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Old 02-09-2011, 04:01 PM   #21
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Paulio,
Most people on here will envy you having such a great foundation for retirement. Few are multi-millionaires like you, so you've certainly been doing lots of things right. If I had your net worth I'd be cash heavy as my budget calls for $40k a year. So I'd only need 2% annual return and I could get that easily in a long term saving account (CD in USA). So do a budget and adjust your investment approach to match what and when you'll need to start drawing income.
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Old 02-09-2011, 05:36 PM   #22
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Old 02-09-2011, 07:12 PM   #23
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Regarding Vanguard US, it is generally not a good idea to have a high portion of assets in a foreign currency. If the stock market is up 10% this year, and the dollar is down 25%. Since my assets and expenses are in dollars. I am up 10%. If it were you, with assets in US$ and expenses in pounds. You would be 15% in the hole. It's best to keep only modest currency risk in a portfolio IMHO.
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Old 02-09-2011, 07:18 PM   #24
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Originally Posted by Bossonova View Post
Regarding Vanguard US, it is generally not a good idea to have a high portion of assets in a foreign currency. If the stock market is up 10% this year, and the dollar is down 25%. Since my assets and expenses are in dollars. I am up 10%. If it were you, with assets in US$ and expenses in pounds. You would be 15% in the hole. It's best to keep only modest currency risk in a portfolio IMHO.
I second that

Also for US taxpayers holding stocks in a foreign country in the foreign currency it also complicates the taxes greatly. It could well be the same for UK taxpayers holding US equities.
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Old 02-09-2011, 10:58 PM   #25
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I second that

Also for US taxpayers holding stocks in a foreign country in the foreign currency it also complicates the taxes greatly. It could well be the same for UK taxpayers holding US equities.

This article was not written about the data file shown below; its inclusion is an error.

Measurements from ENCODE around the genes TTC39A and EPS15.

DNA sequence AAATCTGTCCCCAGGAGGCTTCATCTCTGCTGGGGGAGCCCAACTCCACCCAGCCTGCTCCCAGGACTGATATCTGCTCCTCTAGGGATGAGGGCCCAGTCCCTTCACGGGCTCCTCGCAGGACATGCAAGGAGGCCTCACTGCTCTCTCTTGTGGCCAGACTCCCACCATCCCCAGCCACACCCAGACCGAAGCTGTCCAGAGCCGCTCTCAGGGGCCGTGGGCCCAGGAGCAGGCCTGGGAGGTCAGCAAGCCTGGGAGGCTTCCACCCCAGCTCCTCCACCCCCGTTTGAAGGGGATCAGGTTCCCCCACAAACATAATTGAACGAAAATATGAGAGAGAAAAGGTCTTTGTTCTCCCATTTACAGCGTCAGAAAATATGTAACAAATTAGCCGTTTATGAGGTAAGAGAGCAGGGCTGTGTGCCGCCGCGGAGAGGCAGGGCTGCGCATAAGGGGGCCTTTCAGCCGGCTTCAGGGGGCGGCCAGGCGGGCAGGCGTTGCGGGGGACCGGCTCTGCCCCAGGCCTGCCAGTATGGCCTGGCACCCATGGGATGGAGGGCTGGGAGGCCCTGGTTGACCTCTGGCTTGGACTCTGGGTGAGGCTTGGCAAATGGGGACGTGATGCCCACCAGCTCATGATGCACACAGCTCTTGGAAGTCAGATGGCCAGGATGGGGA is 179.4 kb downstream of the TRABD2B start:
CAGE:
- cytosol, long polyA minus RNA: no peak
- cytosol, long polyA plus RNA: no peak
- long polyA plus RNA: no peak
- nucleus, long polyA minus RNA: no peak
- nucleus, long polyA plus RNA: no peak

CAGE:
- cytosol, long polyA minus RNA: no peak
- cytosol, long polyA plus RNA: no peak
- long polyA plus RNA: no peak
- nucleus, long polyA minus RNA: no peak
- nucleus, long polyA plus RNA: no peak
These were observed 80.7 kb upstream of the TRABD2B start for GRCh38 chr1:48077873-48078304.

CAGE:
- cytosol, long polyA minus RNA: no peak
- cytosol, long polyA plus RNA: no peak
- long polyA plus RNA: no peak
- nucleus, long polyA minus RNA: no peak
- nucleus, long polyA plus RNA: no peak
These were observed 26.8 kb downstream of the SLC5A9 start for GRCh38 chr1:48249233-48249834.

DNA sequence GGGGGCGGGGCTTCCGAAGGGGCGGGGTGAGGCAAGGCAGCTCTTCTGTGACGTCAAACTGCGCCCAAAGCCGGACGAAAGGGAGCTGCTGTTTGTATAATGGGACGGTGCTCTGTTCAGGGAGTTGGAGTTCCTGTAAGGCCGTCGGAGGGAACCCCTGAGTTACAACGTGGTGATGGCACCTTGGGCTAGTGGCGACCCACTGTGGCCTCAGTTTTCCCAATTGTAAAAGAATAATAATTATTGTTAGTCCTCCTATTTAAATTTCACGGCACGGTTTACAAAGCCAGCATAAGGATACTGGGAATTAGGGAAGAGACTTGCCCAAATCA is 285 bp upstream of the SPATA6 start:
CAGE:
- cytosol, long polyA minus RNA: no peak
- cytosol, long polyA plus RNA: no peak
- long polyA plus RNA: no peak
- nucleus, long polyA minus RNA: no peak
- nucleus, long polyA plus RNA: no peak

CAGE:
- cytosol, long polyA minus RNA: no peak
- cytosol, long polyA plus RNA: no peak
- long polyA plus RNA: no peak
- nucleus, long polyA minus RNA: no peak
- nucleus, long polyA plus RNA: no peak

It's not quite as bad as PFIC for US citizens, but it isn't nice either. If a non-UK based fund is not a "distributor fund" in HMRC's books then the capital gains for someone resident and domiciled in the UK will be taxed as ordinary income. 99.999% of US funds don't go through the paperwork to show they comply with HMRC's rules. It's ok for a UK tax resident to be in US funds if they are in tax deferred retirement accounts because withdrawals are classed as income anyway.

As a UK and US citizen if I move back to the UK and become resident I'll be in a catch 22 situation wrt taxation of mutual funds in after tax accounts. I'll probably just keep a fair amount in cash and what after tax equity funds I have I'll keep in the US and just keep my UK tax bracket low. Alternatively I could invest in shares as there's no tax issues doing that.

FYI withdrawals from US ROTHS are also tax free in the UK.....thanks to the tax treaty.
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Old 02-10-2011, 10:27 AM   #26
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FYI withdrawals from US ROTHS are also tax free in the UK.....thanks to the tax treaty.
Thanks for clarification, and I'm impressed that ROTH withdrawals are recognized as having had tax paid in the US already so no double taxation.
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Old 02-10-2011, 11:12 AM   #27
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Thanks for clarification, and I'm impressed that ROTH withdrawals are recognized as having had tax paid in the US already so no double taxation.
Yep a US retirement account is tax free in the UK to the same extent as in the US. This is why I will probably spend a few years in the US after ER. I intend to live off after tax money and rollover an amount each year from my IRA to a ROTH to fill up the 15% tax bracket. That way I will be able to largely avoid tax in the UK and US once I move to the UK and start making withdrawals.
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